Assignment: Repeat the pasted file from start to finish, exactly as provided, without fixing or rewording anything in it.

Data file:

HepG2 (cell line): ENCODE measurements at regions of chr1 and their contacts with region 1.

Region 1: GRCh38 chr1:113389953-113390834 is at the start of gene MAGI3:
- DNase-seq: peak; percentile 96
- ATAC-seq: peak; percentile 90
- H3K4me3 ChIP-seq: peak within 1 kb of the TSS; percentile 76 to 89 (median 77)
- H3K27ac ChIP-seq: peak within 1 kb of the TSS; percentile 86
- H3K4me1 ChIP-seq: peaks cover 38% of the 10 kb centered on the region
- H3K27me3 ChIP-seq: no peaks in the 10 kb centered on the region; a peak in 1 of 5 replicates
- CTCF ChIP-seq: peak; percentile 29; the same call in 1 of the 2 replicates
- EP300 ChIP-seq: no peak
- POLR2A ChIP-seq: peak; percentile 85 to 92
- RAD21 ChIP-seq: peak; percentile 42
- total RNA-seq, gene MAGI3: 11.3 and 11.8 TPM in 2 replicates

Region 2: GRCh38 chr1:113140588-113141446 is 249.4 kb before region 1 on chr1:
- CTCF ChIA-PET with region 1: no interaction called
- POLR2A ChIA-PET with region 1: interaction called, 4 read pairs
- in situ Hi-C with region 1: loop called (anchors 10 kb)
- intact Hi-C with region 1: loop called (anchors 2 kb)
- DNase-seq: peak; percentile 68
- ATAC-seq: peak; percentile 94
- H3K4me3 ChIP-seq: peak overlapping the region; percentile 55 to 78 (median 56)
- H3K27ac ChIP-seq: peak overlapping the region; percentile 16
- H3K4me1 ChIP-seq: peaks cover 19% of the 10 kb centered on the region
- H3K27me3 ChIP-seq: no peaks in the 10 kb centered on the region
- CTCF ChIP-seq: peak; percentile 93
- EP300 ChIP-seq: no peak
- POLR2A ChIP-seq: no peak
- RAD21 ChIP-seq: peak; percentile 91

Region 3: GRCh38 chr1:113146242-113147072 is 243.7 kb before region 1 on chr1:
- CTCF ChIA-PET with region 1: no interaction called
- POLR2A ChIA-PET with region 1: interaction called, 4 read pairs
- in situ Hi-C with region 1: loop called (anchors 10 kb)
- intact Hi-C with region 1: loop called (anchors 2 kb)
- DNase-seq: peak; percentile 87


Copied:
HepG2 (cell line): ENCODE measurements at regions of chr1 and their contacts with region 1.

Region 1: GRCh38 chr1:113389953-113390834 is at the start of gene MAGI3:
- DNase-seq: peak; percentile 96
- ATAC-seq: peak; percentile 90
- H3K4me3 ChIP-seq: peak within 1 kb of the TSS; percentile 76 to 89 (median 77)
- H3K27ac ChIP-seq: peak within 1 kb of the TSS; percentile 86
- H3K4me1 ChIP-seq: peaks cover 38% of the 10 kb centered on the region
- H3K27me3 ChIP-seq: no peaks in the 10 kb centered on the region; a peak in 1 of 5 replicates
- CTCF ChIP-seq: peak; percentile 29; the same call in 1 of the 2 replicates
- EP300 ChIP-seq: no peak
- POLR2A ChIP-seq: peak; percentile 85 to 92
- RAD21 ChIP-seq: peak; percentile 42
- total RNA-seq, gene MAGI3: 11.3 and 11.8 TPM in 2 replicates

Region 2: GRCh38 chr1:113140588-113141446 is 249.4 kb before region 1 on chr1:
- CTCF ChIA-PET with region 1: no interaction called
- POLR2A ChIA-PET with region 1: interaction called, 4 read pairs
- in situ Hi-C with region 1: loop called (anchors 10 kb)
- intact Hi-C with region 1: loop called (anchors 2 kb)
- DNase-seq: peak; percentile 68
- ATAC-seq: peak; percentile 94
- H3K4me3 ChIP-seq: peak overlapping the region; percentile 55 to 78 (median 56)
- H3K27ac ChIP-seq: peak overlapping the region; percentile 16
- H3K4me1 ChIP-seq: peaks cover 19% of the 10 kb centered on the region
- H3K27me3 ChIP-seq: no peaks in the 10 kb centered on the region
- CTCF ChIP-seq: peak; percentile 93
- EP300 ChIP-seq: no peak
- POLR2A ChIP-seq: no peak
- RAD21 ChIP-seq: peak; percentile 91

Region 3: GRCh38 chr1:113146242-113147072 is 243.7 kb before region 1 on chr1:
- CTCF ChIA-PET with region 1: no interaction called
- POLR2A ChIA-PET with region 1: interaction called, 4 read pairs
- in situ Hi-C with region 1: loop called (anchors 10 kb)
- intact Hi-C with region 1: loop called (anchors 2 kb)
- DNase-seq: peak; percentile 87